He Korero Paihama No. 6 March 1997
Did you know that the ﬁrst wild animal to carry a radio transmitter in New Zealand was a possum? It was fitted on 17 December 1968, in the Orongorongo valley near Wellington. The transmitter ran on a pen-light sized mercury battery and weighed a massive 80g. It had a range of about 100m and a life of three months.
That huge, grossly inefficient transmitter carried by a rather stressed possum was built by Larry Keuchle who, seventeen years later, left research to start “Advanced Telemetry Systems” in Minnesota. It was built as a demonstration for Dave Ward who now manages Sirtrack Ltd (a subsidiary of Landcare Research), which manufactures telemetry equipment for a wide range of uses. And as for the possum – it survived the experience to become the first of many hundreds of possums that were, and still are, being radio-tagged in the Orongorongo valley.
The technology has been applied to many other species and since 1968 radio-tracking has advanced considerably. A major shift in frequency from 27MHz to 160MHz during the seventies did much to improve the performance of the equipment, and possum trackers no longer had their nightly beep-beep-beeps interrupted by citizen band radios operating on similar frequencies. A typical transmitter package for possums today weighs around 25g, will run for 15 months, and has a range of several kilometres. Furthermore, the transmitter can be fitted with options to sense such things as body temperature, heart-rate, sound, or death. New types of transmitters will turn themselves on at predetermined times, or will turn themselves on and off in a cyclical way to prolong battery life. Today Sirtrack transmitters are used on more than two hundred species of wildlife living in a wide range of habitats around the world. Notable examples include frogs living in the Alaskan tundra, antelope in swamps in East Africa, camels in deserts in North Australia, weta in rain forests in New Zealand, and penguins on ice ﬂoes and in the sea about Antarctica.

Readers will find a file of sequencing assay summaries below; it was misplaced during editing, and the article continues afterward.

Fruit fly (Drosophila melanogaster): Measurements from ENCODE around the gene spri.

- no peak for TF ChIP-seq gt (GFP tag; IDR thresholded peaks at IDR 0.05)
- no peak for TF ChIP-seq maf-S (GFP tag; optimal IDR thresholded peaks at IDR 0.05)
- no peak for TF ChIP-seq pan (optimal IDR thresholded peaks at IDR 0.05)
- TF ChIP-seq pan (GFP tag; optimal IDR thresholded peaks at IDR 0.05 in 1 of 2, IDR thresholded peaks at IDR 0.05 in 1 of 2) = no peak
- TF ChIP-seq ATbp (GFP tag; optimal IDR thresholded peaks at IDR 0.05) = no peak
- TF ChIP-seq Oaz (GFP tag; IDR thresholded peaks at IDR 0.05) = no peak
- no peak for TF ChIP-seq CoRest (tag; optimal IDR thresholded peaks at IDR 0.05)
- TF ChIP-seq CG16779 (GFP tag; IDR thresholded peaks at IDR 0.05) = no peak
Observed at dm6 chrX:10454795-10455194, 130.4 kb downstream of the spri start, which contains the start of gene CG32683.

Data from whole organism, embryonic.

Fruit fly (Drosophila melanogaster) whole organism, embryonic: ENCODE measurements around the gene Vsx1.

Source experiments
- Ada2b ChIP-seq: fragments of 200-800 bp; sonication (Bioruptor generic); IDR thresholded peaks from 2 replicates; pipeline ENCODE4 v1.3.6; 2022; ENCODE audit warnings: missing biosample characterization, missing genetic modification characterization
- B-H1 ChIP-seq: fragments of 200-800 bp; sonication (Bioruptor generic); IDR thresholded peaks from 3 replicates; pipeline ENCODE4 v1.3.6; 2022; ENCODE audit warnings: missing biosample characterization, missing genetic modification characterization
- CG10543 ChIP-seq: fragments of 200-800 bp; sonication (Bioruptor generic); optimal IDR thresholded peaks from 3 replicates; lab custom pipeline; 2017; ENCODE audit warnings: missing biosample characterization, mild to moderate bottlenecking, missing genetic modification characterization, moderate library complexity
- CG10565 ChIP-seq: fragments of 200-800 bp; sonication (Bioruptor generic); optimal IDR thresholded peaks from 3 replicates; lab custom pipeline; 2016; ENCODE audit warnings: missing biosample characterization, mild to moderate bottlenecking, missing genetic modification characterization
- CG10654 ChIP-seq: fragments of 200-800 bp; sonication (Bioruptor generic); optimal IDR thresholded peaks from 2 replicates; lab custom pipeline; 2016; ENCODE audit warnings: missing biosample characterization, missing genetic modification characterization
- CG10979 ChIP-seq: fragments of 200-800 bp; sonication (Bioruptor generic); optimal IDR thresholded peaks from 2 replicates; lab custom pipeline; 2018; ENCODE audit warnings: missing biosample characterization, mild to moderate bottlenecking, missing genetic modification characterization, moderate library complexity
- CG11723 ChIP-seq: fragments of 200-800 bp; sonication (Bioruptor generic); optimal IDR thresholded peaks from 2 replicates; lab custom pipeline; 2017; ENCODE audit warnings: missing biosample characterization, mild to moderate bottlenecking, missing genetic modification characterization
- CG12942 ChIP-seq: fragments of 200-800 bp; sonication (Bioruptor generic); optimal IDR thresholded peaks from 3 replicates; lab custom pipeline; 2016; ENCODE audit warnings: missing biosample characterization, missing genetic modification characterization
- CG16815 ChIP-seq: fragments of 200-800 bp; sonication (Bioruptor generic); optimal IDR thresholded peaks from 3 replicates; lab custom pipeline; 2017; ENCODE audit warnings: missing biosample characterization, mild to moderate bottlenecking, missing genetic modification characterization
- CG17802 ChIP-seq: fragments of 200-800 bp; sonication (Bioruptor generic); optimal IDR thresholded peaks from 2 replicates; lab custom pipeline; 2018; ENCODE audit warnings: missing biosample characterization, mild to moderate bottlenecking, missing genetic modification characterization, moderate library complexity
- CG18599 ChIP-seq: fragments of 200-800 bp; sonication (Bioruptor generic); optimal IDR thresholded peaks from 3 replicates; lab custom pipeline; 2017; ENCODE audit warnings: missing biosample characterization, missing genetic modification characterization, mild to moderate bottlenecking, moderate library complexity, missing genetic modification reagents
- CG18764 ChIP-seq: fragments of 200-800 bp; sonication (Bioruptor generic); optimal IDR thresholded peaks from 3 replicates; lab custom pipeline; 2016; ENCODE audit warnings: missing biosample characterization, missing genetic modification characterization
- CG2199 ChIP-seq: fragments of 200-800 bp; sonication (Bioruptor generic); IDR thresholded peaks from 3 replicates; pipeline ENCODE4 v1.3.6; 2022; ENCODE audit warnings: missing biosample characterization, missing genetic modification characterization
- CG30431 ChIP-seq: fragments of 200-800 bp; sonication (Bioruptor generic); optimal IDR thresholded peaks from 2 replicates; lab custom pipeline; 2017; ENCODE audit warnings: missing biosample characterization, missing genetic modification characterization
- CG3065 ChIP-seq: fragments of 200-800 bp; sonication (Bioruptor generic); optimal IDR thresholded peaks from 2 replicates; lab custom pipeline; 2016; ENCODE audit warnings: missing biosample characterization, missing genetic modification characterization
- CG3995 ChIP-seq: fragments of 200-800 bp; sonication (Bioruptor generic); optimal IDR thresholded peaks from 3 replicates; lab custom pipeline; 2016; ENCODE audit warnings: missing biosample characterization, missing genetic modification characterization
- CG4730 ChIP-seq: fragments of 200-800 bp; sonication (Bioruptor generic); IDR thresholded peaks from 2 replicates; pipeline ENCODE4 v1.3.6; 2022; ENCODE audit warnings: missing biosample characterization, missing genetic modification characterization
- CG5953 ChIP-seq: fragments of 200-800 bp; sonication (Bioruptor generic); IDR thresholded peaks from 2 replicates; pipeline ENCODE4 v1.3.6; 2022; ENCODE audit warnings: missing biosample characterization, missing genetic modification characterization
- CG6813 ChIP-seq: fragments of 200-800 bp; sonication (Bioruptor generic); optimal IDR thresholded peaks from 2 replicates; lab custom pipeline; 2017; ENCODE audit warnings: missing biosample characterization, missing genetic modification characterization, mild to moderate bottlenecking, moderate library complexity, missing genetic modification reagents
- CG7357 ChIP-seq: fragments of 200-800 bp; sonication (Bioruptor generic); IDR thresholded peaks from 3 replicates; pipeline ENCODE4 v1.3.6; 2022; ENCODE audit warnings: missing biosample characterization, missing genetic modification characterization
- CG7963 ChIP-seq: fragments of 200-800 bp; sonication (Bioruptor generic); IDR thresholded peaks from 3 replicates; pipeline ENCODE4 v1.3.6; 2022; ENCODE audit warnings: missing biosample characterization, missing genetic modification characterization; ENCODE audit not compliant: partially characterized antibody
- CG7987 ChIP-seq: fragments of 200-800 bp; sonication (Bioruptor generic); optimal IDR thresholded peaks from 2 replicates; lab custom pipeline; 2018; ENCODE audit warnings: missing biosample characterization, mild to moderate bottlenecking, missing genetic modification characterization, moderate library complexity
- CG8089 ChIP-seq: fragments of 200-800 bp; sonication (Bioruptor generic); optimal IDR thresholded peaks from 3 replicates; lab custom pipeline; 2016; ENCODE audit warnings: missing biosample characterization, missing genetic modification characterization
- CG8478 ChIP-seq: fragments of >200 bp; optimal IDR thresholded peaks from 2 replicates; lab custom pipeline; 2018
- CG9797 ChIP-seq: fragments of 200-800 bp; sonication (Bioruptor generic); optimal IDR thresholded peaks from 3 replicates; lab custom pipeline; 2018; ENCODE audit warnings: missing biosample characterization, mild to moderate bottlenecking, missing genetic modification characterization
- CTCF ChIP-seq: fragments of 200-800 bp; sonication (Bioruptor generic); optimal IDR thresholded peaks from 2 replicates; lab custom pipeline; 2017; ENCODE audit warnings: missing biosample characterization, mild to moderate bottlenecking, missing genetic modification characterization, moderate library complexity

Progress with other radio-tracking equipment has been more variable. Receivers are shrinking and becoming even more portable but the efficiency of tracking antennae is about as good as it is going to get. Users really are stuck with their current size for the time being.
Photo caption – Dave Ward is Manager of SIRTRACK Ltd, based at Havelock North.
Photo caption – Possum ﬁtted with a radio collar.
Handwritten note – (Published by Landcare Research NZ Ltd)